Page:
Thoughts of the long-anticipated Tokai Earthquake hitting Aichi Prefecture have worried a company employee, 40, who is having a two-story wooden house built there. Ground liquefaction in a major earthquake can cause a house to tilt--or worse.
To avoid such an outcome, he asked experts to check the condition of the ground at the site before construction of his new house began. The result showed that a big earthquake might indeed cause liquefaction of land there.
The man is one of many would-be individual home builders in the nation who became interested in strengthening the ground at their building sites after the Great East Japan Earthquake caused liquefaction in many places.
Measures against liquefaction are legally mandated in the construction of condominiums, but the requirement does not apply to building detached houses in most cases.
If people want to check the ground strength or apply measures against liquefaction before building a house, they must enlist the help of specialists through housing contractors.
The man in Aichi Prefecture asked such a business to improve the ground conditions at his site. It cost him a total of 700,000 yen for the inspection and the reinforcement work. "I cannot feel safe unless not only the building itself but also the ground is strengthened," he said.
In September, Media Interactive Inc., a Tokyo-based survey company, questioned a total of 500 men and women over 30 years old about factors they would weigh heavily in buying a house after the March 11 disaster. According to the poll, 41 percent answered "the ground condition of the building," second only to "the quake resistance of the building," which was cited by 47 percent.
HyAS & Co. Inc., a company that reinforces ground, has been nationally promoting its "high-speed construction method," which refers to reinforcing the ground at a housing site by burying crushed stones in the soil in a pillarlike structure.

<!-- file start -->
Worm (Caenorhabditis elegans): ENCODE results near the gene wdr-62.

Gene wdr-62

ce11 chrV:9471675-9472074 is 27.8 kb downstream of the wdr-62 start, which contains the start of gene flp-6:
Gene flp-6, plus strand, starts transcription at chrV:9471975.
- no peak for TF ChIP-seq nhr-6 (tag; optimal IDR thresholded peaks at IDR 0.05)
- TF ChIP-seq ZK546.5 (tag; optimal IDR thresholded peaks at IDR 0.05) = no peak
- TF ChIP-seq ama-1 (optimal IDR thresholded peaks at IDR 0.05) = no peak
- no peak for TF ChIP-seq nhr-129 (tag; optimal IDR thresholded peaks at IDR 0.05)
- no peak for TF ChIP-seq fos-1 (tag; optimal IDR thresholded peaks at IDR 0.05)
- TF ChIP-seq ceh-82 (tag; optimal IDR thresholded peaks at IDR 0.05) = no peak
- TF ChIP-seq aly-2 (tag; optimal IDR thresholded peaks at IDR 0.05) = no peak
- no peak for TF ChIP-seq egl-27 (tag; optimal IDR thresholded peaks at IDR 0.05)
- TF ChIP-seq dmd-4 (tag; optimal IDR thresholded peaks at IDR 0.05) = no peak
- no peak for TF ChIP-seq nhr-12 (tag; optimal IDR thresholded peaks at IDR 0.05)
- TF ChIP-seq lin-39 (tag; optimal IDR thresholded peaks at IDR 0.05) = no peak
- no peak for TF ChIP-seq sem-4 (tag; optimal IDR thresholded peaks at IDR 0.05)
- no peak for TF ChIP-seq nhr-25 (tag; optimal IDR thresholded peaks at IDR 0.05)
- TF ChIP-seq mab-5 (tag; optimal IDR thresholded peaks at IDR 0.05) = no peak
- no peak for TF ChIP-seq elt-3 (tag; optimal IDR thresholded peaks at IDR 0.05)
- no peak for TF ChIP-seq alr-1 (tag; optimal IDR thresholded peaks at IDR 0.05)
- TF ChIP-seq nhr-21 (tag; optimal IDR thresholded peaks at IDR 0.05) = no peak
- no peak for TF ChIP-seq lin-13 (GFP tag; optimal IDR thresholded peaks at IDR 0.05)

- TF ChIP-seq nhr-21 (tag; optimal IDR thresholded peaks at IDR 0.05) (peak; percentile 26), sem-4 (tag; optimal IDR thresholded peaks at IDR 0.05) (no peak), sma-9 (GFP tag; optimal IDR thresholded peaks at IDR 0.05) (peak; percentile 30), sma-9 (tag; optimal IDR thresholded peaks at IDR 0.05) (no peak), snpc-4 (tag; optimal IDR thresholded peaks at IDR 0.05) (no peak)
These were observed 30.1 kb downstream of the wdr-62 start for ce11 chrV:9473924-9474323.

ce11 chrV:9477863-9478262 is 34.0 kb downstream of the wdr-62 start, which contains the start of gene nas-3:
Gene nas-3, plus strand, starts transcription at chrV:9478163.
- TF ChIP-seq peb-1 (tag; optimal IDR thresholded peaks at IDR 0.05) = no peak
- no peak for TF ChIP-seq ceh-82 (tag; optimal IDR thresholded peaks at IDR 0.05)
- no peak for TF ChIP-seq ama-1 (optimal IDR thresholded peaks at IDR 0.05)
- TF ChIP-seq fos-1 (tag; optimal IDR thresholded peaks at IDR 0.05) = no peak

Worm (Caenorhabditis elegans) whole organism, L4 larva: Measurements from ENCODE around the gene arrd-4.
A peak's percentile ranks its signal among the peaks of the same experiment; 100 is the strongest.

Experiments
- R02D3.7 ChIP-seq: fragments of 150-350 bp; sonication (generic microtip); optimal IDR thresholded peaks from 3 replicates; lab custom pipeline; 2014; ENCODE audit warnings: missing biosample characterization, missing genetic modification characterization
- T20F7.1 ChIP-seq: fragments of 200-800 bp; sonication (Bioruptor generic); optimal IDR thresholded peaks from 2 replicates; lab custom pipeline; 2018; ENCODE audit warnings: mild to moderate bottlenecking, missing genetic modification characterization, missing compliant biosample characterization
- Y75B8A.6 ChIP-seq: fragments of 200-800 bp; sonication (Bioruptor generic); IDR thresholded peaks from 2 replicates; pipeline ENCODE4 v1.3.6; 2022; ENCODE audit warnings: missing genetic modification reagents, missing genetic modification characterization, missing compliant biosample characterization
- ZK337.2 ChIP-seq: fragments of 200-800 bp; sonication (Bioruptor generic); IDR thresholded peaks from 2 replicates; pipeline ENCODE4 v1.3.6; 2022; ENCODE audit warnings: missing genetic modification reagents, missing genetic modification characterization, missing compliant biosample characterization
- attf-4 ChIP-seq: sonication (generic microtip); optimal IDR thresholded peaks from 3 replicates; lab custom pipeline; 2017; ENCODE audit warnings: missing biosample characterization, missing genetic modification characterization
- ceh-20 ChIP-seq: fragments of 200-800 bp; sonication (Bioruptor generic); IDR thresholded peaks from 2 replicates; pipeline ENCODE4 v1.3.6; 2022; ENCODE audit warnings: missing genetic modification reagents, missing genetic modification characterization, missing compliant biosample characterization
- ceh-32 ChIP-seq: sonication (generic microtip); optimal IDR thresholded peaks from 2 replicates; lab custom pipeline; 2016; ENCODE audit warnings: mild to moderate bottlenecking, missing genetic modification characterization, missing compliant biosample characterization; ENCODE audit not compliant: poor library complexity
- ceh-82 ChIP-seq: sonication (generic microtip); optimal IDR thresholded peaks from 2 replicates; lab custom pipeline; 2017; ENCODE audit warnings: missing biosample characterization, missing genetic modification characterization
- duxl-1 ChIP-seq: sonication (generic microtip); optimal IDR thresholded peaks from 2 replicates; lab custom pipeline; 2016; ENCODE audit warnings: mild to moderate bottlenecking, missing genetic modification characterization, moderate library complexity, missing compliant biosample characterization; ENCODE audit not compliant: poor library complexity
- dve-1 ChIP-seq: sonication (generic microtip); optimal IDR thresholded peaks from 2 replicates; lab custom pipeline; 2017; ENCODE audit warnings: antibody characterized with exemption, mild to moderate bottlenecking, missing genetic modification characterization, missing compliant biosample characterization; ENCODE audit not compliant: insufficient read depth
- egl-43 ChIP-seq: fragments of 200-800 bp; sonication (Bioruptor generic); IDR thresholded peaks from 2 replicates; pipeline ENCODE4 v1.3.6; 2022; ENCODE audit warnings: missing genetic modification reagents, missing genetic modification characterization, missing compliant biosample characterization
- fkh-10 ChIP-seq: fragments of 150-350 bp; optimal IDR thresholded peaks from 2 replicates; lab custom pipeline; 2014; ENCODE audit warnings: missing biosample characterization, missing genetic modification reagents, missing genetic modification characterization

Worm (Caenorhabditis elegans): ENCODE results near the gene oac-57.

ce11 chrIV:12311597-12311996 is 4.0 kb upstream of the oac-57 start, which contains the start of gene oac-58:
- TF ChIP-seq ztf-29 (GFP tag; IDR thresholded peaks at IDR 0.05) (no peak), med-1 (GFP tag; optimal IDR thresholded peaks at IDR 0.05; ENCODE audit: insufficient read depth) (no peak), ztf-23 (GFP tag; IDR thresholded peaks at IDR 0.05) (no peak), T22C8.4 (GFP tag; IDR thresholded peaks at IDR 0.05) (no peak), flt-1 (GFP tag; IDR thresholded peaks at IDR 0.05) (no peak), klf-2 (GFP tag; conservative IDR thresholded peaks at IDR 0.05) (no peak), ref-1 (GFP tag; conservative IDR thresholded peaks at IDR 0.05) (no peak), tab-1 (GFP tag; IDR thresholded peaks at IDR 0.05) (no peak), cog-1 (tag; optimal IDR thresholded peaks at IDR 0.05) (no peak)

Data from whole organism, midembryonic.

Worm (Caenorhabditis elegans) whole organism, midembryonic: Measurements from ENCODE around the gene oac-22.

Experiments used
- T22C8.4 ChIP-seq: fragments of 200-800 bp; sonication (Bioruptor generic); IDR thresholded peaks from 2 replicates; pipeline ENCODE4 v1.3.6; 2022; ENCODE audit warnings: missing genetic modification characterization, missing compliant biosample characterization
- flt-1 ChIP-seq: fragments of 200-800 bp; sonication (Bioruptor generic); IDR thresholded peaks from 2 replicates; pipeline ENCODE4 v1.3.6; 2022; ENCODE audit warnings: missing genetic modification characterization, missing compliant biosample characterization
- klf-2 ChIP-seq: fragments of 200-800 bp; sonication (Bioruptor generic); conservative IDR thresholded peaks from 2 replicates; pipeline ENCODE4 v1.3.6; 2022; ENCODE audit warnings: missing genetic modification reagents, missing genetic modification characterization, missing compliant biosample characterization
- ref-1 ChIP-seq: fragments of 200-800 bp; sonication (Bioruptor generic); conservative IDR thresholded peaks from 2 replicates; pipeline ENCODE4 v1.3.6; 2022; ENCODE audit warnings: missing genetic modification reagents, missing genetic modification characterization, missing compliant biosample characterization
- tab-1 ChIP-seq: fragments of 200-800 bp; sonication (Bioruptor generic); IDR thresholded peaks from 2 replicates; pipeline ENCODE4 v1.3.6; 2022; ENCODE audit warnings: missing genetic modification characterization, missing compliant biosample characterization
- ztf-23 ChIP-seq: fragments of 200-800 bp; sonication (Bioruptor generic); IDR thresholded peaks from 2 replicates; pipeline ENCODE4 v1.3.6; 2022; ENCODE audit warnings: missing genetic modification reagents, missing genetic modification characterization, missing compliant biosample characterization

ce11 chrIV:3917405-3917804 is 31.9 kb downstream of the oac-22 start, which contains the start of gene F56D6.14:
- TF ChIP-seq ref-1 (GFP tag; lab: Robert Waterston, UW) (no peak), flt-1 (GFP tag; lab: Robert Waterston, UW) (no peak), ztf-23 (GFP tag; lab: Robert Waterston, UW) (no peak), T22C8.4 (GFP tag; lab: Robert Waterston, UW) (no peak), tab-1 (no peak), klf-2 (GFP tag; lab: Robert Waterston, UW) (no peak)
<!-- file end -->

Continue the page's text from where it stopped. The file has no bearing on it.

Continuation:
An official at the company said, "Since the disaster, we've received an increasing number of orders from customers who want us to strengthen the ground to avoid liquefaction."
In case of building condominiums, it is mandatory to reinforce the ground if there is a possibility that liquefaction would occur by a big earthquake, according to the Building Standards Law.
However, it is not required in building one-story wooden houses or two-story houses if they are smaller than a certain standard. This is because the envisioned damage to a house from liquefaction is not as serious as the damage to a condominium building and also because it would likely be a great burden on individuals who wish to build houses for themselves.
Tokai University Prof. Mamoru Fujii, an expert on liquefaction, said the liquefaction-induced tilting of a house can be at least partly prevented if the ground condition is strengthened. "However, it's necessary to decide the degree to which such measures should be taken based on [the household's] financial considerations and the scale of the envisioned earthquake," he said.
The first step is to determine whether the ground can be expected to cause liquefaction. Liquefaction is likeliest in sandy ground with a high level of groundwater. Reclaimed land, drained land and areas that used to be rivers belong to this category.
To check the history of a plot of land, old maps, past aerial photos and charts that show the structure of the ground are useful. They can be viewed on the website of the Geospatial Information Authority.
According to Jutaku Jiban Hinshitsu Kyokai, a Tokyo-based nonprofit organization for assessing ground quality, it costs between 100,000 yen and 300,000 yen for an inspection of ground conditions.
Common reinforcement work when the ground is judged to be prone to liquefaction includes firming up the ground by mixing cement with soil, according to the organization. The cost can run from about 800,000 yen to 2.5 million yen depending on construction methods for a two-story house with a footprint of 50 to 70 square meters.
Information about providers is available on the organization's website: www.juhinkyo.jp.
(Dec. 14, 2011)